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Trucking manager says it's time cell signal providers upgraded to fill in highway gaps

MLA Rustad suggests SpaceX Starlink system could offer satellite solution to spotty cell coverage in rural B.C
A Rogers cellular tower under construction on Highway 16 West. Over the past decade, Telus has expanded cellular service along 500 km of Highway 16 between Prince George and Prince Rupert, and now provides service to 78 per cent of that stretch of highway.

Matt Wilkins left his home in Prince George early in the morning of Dec. 23, hoping to drive to Calgary that day to be with his kids for Christmas.

He didn’t make it.

Wilkins was among the first motorists who came upon a fatal accident scene on Highway 16 between the Mount Robson Provincial Park and the B.C.-Alberta border which closed the road for eight hours while police at the scene waited for an RCMP accident reconstruction specialist to arrive from Williams Lake.

The accident happened on one of the many stretches of rural mountain roads where cellular signals are nonexistent. Fortunately for Wilkins, a transportation manager for Overland West Freight Lines, he was able to get turned around in the deep snow and took the alternate route to Alberta through Kamloops.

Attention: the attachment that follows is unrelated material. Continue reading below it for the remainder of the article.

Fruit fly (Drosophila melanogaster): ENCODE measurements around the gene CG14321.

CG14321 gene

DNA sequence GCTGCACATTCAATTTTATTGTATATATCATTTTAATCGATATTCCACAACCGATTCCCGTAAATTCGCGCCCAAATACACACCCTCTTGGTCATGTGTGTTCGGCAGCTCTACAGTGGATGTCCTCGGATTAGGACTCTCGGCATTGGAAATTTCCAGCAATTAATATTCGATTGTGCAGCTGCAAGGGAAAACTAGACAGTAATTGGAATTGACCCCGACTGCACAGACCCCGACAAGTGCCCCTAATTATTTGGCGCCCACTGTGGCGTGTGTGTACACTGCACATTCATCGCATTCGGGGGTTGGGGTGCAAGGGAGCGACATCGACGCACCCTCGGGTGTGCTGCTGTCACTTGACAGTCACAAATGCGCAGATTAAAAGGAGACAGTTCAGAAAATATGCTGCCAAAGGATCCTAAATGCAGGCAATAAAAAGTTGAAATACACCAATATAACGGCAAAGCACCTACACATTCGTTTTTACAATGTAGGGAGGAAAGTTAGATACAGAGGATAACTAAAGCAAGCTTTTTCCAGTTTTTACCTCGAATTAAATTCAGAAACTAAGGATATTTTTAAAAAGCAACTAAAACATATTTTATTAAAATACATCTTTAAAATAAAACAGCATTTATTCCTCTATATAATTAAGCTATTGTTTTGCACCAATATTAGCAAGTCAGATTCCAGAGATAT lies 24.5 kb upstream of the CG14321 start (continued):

Many of the other drivers who were stuck on the highway were not so fortunate and had no choice but to remain stuck in their vehicles in the minus-30 C cold for most of the day until the road was cleared. Before he left the scene, Wilkins took messages from other drivers to relay to family members or work associates once he got his cell signal back to let people know why they were being delayed for so long.